In previous years, I have done a fairly poor job at regularly and meaningfully integrating Free Response Question practice into my AP Statistics units. I mean, yes, the kids would engage with one or two on their exams and quizzes. Then at the end of the year, I did basically an FRQ blitz. It killed me AND the kids. I knew this wasn't as meaningful as it should be. It was kind of like saying - Oh hey - I taught you all this content, but I didn't teach you how to relay it, so let's cram it all here at the end.
Last year (about halfway through the year), I knew I was "doing it again". So, I tried to invent something that would change it. The AP Calculus teacher at our school did Free Response journals. Basically, the kids just had a separate spiral-bound notebook in which they'd write all their free response answers. I really liked this idea, but I wanted it to be a little more for stats. After all, we all know that Stats is, for a better word, English picky, so I wanted the kids to be able to refer to the original FRQ, their answer, and the grading rubric.
Enter my FRQ INB journals. (See those strange black/white/green ones in middle? That's them! It's actually extra cute "Bah Bah Sheep Duct Tape" from Amazon. Be jealous.)
To include both the Frappy and the grading rubic, I create a merged PDF. I usually use smallpdf.com to do this. I also always have a one-page blank PDF on hand to use. To create a blank PDF file, save a blank word file as a PDF.
Here are some basic rules (assuming Frappy is 1 page long):
- If rubric is 2 pages, then your merged PDF will be page 1 - blank, page 2 - Frappy, page 3 - rubric pg. 1, page 4- rubric pg. 2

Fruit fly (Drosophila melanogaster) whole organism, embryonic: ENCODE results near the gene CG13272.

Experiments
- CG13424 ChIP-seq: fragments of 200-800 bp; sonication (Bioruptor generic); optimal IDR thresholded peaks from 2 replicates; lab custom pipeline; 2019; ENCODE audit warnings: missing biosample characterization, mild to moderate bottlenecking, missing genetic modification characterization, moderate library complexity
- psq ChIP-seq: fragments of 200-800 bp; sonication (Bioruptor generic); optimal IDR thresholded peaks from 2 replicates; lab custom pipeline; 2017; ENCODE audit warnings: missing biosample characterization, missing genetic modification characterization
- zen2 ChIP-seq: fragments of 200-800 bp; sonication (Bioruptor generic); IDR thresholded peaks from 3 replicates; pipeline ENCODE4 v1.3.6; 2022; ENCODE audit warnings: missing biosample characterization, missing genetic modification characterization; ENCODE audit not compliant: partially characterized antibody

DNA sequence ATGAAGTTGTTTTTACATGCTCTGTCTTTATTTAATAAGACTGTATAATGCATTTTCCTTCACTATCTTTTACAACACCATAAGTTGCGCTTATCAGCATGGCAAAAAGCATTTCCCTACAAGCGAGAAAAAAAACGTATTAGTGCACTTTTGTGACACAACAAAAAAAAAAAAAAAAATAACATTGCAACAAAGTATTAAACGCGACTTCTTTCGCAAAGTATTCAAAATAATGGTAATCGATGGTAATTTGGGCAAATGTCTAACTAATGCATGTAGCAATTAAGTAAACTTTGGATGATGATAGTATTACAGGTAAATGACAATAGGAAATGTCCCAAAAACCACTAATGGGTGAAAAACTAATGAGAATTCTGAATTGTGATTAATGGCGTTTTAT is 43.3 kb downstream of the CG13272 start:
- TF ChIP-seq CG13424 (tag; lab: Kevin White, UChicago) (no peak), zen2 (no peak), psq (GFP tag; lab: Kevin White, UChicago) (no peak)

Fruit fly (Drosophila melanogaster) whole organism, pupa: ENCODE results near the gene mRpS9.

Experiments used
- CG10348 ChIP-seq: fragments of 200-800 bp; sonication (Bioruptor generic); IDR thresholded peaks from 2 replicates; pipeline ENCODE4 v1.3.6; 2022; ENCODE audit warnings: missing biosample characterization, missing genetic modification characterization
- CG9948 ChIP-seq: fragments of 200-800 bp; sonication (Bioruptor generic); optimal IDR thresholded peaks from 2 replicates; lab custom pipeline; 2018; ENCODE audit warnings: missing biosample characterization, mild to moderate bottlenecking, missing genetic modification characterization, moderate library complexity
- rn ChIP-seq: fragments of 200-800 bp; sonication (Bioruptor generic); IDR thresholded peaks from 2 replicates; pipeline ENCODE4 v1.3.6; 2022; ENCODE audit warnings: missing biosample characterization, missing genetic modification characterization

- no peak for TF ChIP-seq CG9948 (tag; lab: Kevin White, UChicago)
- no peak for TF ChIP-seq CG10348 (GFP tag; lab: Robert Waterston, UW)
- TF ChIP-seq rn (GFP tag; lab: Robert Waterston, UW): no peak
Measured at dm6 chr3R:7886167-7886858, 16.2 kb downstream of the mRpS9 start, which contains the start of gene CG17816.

- If rubric is 3 pages, then your merged PDF will be page 1 - rubric pg. 3, page 2- Frappy, page 3- rubric pg. 1, page 4 - rubric pg. 2
- If your rubric is four pages, then your merged PDF will be page 1 - rubric pg. 3, page 2- Frappy, page 3- rubric pg. 1, page 4 - rubric pg. 2. In addition, you'll make a separate merged file of the last rubric page. You'll want this additional file to have rubric pg. 4 on both pages 1 and 2.
Okay. Now you're going to open the merged file up in Adobe Reader and print it. You'll want to select the multiple pages per page option, landscape, and have it print double sided, flipping on the short side.
For instance, here is an example of a 2 page rubric:
When you have either 2 pages of Frappy and 3 rubric pages OR 1 Frappy page and 4 rubric pages, it gets a little harder. Basically, you print the last page off separately (see directions above for 4 pg. rubrics). This single page gets glued down before the actual folded page gets taped in above it. This sounds complicated, but once my kids did it once, they got the hang of it. They now assemble this book when I have a sub - by themselves.
Example of 5 page FRQ (if you can tell from the picture):
I make a point to do these FRQ days at the end of every chapter and/or unit (whenever it fits best). These days not only make me intentionally and purposefully teach FRQ strategies, it also gives kids a great cumulative FRQ review book to look through near test time. I pick 2-3 per day to work on. The kids basically just read and answer the FRQ. Then, we read the rubric as a class and discuss how it would be graded. The first day we did this, I had samples from AP Central printed out and students graded those according to the rubric before grading their own. Sometimes students will also switch notebooks and grade each others' responses. I just depends.
I KNOW my directions are probably confusing and merging/printing these PDFs at first might be complicated (in the end, it's not, though). I'd love to help you! Tweet me